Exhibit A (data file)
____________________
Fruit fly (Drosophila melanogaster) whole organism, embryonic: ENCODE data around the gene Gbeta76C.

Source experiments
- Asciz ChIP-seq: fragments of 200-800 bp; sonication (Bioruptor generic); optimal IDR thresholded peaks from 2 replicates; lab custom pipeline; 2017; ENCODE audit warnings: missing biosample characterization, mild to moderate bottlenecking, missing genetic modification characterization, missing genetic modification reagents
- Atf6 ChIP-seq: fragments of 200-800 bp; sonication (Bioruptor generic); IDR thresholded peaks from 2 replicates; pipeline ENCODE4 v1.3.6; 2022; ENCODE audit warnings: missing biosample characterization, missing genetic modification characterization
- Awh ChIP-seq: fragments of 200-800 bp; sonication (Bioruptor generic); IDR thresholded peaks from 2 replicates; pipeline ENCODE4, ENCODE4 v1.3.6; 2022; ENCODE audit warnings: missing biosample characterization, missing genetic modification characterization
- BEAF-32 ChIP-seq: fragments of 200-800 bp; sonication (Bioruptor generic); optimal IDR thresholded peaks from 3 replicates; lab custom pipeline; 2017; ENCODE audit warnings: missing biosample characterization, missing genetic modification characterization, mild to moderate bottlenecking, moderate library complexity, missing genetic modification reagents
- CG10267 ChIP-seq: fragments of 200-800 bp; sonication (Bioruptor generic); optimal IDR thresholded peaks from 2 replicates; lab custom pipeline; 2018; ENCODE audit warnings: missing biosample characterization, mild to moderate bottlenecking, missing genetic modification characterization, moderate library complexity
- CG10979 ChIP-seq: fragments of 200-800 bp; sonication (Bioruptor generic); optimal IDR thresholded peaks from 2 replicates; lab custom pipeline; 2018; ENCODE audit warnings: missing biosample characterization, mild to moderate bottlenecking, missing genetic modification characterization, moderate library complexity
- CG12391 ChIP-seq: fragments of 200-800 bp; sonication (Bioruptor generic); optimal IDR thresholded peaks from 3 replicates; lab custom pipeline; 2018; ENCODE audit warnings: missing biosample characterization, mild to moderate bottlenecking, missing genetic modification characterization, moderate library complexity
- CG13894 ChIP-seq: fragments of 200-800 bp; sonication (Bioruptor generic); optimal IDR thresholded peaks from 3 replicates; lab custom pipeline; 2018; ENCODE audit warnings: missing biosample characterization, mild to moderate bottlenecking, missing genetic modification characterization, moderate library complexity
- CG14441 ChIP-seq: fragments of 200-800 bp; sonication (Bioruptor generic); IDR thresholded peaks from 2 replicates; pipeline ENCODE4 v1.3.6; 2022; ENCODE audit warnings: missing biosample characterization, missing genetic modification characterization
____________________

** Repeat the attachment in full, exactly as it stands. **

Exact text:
Fruit fly (Drosophila melanogaster) whole organism, embryonic: ENCODE data around the gene Gbeta76C.

Source experiments
- Asciz ChIP-seq: fragments of 200-800 bp; sonication (Bioruptor generic); optimal IDR thresholded peaks from 2 replicates; lab custom pipeline; 2017; ENCODE audit warnings: missing biosample characterization, mild to moderate bottlenecking, missing genetic modification characterization, missing genetic modification reagents
- Atf6 ChIP-seq: fragments of 200-800 bp; sonication (Bioruptor generic); IDR thresholded peaks from 2 replicates; pipeline ENCODE4 v1.3.6; 2022; ENCODE audit warnings: missing biosample characterization, missing genetic modification characterization
- Awh ChIP-seq: fragments of 200-800 bp; sonication (Bioruptor generic); IDR thresholded peaks from 2 replicates; pipeline ENCODE4, ENCODE4 v1.3.6; 2022; ENCODE audit warnings: missing biosample characterization, missing genetic modification characterization
- BEAF-32 ChIP-seq: fragments of 200-800 bp; sonication (Bioruptor generic); optimal IDR thresholded peaks from 3 replicates; lab custom pipeline; 2017; ENCODE audit warnings: missing biosample characterization, missing genetic modification characterization, mild to moderate bottlenecking, moderate library complexity, missing genetic modification reagents
- CG10267 ChIP-seq: fragments of 200-800 bp; sonication (Bioruptor generic); optimal IDR thresholded peaks from 2 replicates; lab custom pipeline; 2018; ENCODE audit warnings: missing biosample characterization, mild to moderate bottlenecking, missing genetic modification characterization, moderate library complexity
- CG10979 ChIP-seq: fragments of 200-800 bp; sonication (Bioruptor generic); optimal IDR thresholded peaks from 2 replicates; lab custom pipeline; 2018; ENCODE audit warnings: missing biosample characterization, mild to moderate bottlenecking, missing genetic modification characterization, moderate library complexity
- CG12391 ChIP-seq: fragments of 200-800 bp; sonication (Bioruptor generic); optimal IDR thresholded peaks from 3 replicates; lab custom pipeline; 2018; ENCODE audit warnings: missing biosample characterization, mild to moderate bottlenecking, missing genetic modification characterization, moderate library complexity
- CG13894 ChIP-seq: fragments of 200-800 bp; sonication (Bioruptor generic); optimal IDR thresholded peaks from 3 replicates; lab custom pipeline; 2018; ENCODE audit warnings: missing biosample characterization, mild to moderate bottlenecking, missing genetic modification characterization, moderate library complexity
- CG14441 ChIP-seq: fragments of 200-800 bp; sonication (Bioruptor generic); IDR thresholded peaks from 2 replicates; pipeline ENCODE4 v1.3.6; 2022; ENCODE audit warnings: missing biosample characterization, missing genetic modification characterization